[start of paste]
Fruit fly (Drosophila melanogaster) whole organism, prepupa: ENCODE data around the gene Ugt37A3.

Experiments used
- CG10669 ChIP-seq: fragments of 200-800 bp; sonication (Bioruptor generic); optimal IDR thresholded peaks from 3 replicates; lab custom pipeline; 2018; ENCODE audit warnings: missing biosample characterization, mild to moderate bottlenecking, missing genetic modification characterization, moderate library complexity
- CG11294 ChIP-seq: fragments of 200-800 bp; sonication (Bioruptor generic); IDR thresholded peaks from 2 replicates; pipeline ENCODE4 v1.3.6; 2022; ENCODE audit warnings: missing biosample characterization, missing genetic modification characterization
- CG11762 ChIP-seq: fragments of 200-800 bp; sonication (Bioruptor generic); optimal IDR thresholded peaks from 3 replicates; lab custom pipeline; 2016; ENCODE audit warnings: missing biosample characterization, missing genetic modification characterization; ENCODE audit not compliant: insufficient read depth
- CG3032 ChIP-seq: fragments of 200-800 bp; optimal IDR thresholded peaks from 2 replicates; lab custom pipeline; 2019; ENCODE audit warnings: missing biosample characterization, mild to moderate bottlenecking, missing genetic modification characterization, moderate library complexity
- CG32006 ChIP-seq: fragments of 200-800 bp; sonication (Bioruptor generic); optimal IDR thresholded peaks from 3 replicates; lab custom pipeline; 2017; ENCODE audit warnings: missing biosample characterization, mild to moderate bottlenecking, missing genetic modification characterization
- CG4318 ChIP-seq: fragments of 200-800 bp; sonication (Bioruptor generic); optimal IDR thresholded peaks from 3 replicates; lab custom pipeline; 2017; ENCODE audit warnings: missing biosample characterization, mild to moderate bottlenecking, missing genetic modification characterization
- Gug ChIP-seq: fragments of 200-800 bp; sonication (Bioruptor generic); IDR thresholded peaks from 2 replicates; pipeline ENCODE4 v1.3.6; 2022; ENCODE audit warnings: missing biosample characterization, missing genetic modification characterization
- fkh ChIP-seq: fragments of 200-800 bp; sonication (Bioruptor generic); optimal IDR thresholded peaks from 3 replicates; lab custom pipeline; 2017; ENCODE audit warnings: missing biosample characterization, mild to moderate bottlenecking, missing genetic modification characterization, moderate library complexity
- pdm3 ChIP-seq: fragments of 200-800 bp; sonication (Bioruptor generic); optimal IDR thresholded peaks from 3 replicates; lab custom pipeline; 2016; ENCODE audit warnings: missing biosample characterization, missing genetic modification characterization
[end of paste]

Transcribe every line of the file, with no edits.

Fruit fly (Drosophila melanogaster) whole organism, prepupa: ENCODE data around the gene Ugt37A3.

Experiments used
- CG10669 ChIP-seq: fragments of 200-800 bp; sonication (Bioruptor generic); optimal IDR thresholded peaks from 3 replicates; lab custom pipeline; 2018; ENCODE audit warnings: missing biosample characterization, mild to moderate bottlenecking, missing genetic modification characterization, moderate library complexity
- CG11294 ChIP-seq: fragments of 200-800 bp; sonication (Bioruptor generic); IDR thresholded peaks from 2 replicates; pipeline ENCODE4 v1.3.6; 2022; ENCODE audit warnings: missing biosample characterization, missing genetic modification characterization
- CG11762 ChIP-seq: fragments of 200-800 bp; sonication (Bioruptor generic); optimal IDR thresholded peaks from 3 replicates; lab custom pipeline; 2016; ENCODE audit warnings: missing biosample characterization, missing genetic modification characterization; ENCODE audit not compliant: insufficient read depth
- CG3032 ChIP-seq: fragments of 200-800 bp; optimal IDR thresholded peaks from 2 replicates; lab custom pipeline; 2019; ENCODE audit warnings: missing biosample characterization, mild to moderate bottlenecking, missing genetic modification characterization, moderate library complexity
- CG32006 ChIP-seq: fragments of 200-800 bp; sonication (Bioruptor generic); optimal IDR thresholded peaks from 3 replicates; lab custom pipeline; 2017; ENCODE audit warnings: missing biosample characterization, mild to moderate bottlenecking, missing genetic modification characterization
- CG4318 ChIP-seq: fragments of 200-800 bp; sonication (Bioruptor generic); optimal IDR thresholded peaks from 3 replicates; lab custom pipeline; 2017; ENCODE audit warnings: missing biosample characterization, mild to moderate bottlenecking, missing genetic modification characterization
- Gug ChIP-seq: fragments of 200-800 bp; sonication (Bioruptor generic); IDR thresholded peaks from 2 replicates; pipeline ENCODE4 v1.3.6; 2022; ENCODE audit warnings: missing biosample characterization, missing genetic modification characterization
- fkh ChIP-seq: fragments of 200-800 bp; sonication (Bioruptor generic); optimal IDR thresholded peaks from 3 replicates; lab custom pipeline; 2017; ENCODE audit warnings: missing biosample characterization, mild to moderate bottlenecking, missing genetic modification characterization, moderate library complexity
- pdm3 ChIP-seq: fragments of 200-800 bp; sonication (Bioruptor generic); optimal IDR thresholded peaks from 3 replicates; lab custom pipeline; 2016; ENCODE audit warnings: missing biosample characterization, missing genetic modification characterization